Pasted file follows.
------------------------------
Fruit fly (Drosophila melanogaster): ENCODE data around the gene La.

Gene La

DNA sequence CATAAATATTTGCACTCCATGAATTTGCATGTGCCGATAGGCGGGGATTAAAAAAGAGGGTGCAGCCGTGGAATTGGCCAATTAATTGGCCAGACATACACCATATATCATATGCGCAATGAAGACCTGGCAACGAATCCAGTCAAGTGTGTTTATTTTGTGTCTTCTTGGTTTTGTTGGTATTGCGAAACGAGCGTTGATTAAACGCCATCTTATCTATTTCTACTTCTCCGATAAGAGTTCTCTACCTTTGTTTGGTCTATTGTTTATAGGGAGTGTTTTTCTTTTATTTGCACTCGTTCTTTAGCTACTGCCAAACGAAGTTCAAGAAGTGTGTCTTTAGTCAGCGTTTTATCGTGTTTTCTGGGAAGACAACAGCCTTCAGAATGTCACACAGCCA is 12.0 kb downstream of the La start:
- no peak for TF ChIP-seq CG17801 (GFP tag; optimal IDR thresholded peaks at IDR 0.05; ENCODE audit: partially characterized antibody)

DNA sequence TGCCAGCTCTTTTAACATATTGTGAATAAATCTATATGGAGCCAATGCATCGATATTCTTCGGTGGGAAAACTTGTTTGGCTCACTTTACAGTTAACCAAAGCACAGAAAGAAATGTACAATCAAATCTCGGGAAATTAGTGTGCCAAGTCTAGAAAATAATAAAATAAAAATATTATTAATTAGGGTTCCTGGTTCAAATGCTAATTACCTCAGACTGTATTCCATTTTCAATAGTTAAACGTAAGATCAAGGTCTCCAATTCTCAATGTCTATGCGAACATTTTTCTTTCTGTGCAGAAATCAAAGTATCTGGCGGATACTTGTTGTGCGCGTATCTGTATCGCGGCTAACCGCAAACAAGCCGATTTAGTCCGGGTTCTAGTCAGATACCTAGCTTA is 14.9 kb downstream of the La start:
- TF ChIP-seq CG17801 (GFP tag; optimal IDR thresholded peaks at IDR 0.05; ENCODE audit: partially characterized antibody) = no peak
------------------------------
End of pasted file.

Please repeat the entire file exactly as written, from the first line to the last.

Fruit fly (Drosophila melanogaster): ENCODE data around the gene La.

Gene La

DNA sequence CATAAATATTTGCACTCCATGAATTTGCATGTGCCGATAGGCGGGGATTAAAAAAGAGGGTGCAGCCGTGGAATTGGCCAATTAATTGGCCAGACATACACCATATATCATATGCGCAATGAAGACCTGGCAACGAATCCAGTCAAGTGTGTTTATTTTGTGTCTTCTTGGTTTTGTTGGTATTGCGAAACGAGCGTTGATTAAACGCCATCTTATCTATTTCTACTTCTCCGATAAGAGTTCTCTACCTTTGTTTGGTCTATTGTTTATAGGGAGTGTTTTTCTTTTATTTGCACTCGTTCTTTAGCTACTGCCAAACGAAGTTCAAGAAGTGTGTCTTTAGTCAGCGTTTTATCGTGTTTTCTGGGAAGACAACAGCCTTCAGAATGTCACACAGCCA is 12.0 kb downstream of the La start:
- no peak for TF ChIP-seq CG17801 (GFP tag; optimal IDR thresholded peaks at IDR 0.05; ENCODE audit: partially characterized antibody)

DNA sequence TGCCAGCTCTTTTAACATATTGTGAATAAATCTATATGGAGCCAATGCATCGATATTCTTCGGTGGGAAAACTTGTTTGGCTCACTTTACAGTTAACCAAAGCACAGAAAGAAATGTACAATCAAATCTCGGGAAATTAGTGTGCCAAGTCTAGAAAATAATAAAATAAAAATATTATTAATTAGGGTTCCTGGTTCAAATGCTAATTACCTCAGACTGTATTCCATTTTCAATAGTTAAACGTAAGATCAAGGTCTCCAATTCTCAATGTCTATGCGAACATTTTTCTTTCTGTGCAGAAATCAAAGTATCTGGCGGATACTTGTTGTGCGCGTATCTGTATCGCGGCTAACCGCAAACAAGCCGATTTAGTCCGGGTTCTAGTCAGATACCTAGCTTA is 14.9 kb downstream of the La start:
- TF ChIP-seq CG17801 (GFP tag; optimal IDR thresholded peaks at IDR 0.05; ENCODE audit: partially characterized antibody) = no peak